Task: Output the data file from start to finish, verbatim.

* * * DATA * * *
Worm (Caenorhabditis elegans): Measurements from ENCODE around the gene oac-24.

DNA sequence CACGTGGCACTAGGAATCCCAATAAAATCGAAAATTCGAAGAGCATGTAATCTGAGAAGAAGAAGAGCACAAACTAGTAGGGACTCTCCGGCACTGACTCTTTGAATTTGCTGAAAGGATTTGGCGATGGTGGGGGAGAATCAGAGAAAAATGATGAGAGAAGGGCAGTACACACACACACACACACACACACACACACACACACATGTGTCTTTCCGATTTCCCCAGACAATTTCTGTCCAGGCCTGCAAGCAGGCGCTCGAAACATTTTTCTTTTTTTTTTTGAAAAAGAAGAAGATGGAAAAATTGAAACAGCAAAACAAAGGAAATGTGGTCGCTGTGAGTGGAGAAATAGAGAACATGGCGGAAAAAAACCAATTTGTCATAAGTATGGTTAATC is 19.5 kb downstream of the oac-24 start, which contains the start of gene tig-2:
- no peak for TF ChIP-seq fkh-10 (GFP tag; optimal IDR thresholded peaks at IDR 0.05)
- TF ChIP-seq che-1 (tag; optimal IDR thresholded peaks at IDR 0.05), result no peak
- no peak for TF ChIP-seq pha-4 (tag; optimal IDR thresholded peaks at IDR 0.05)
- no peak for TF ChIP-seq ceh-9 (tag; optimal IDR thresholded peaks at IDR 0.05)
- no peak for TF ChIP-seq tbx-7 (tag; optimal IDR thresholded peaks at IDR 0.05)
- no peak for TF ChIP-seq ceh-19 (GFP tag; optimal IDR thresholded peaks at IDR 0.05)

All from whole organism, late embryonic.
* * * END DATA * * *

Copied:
Worm (Caenorhabditis elegans): Measurements from ENCODE around the gene oac-24.

DNA sequence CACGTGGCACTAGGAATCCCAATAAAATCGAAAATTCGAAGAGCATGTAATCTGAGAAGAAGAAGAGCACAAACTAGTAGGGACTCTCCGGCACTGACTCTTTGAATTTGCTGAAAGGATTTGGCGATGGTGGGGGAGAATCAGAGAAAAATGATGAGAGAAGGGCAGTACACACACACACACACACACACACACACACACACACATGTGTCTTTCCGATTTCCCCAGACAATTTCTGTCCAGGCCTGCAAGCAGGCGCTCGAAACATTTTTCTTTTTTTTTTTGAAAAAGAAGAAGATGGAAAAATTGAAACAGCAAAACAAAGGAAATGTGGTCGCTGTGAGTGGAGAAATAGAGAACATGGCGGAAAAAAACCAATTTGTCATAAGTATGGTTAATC is 19.5 kb downstream of the oac-24 start, which contains the start of gene tig-2:
- no peak for TF ChIP-seq fkh-10 (GFP tag; optimal IDR thresholded peaks at IDR 0.05)
- TF ChIP-seq che-1 (tag; optimal IDR thresholded peaks at IDR 0.05), result no peak
- no peak for TF ChIP-seq pha-4 (tag; optimal IDR thresholded peaks at IDR 0.05)
- no peak for TF ChIP-seq ceh-9 (tag; optimal IDR thresholded peaks at IDR 0.05)
- no peak for TF ChIP-seq tbx-7 (tag; optimal IDR thresholded peaks at IDR 0.05)
- no peak for TF ChIP-seq ceh-19 (GFP tag; optimal IDR thresholded peaks at IDR 0.05)

All from whole organism, late embryonic.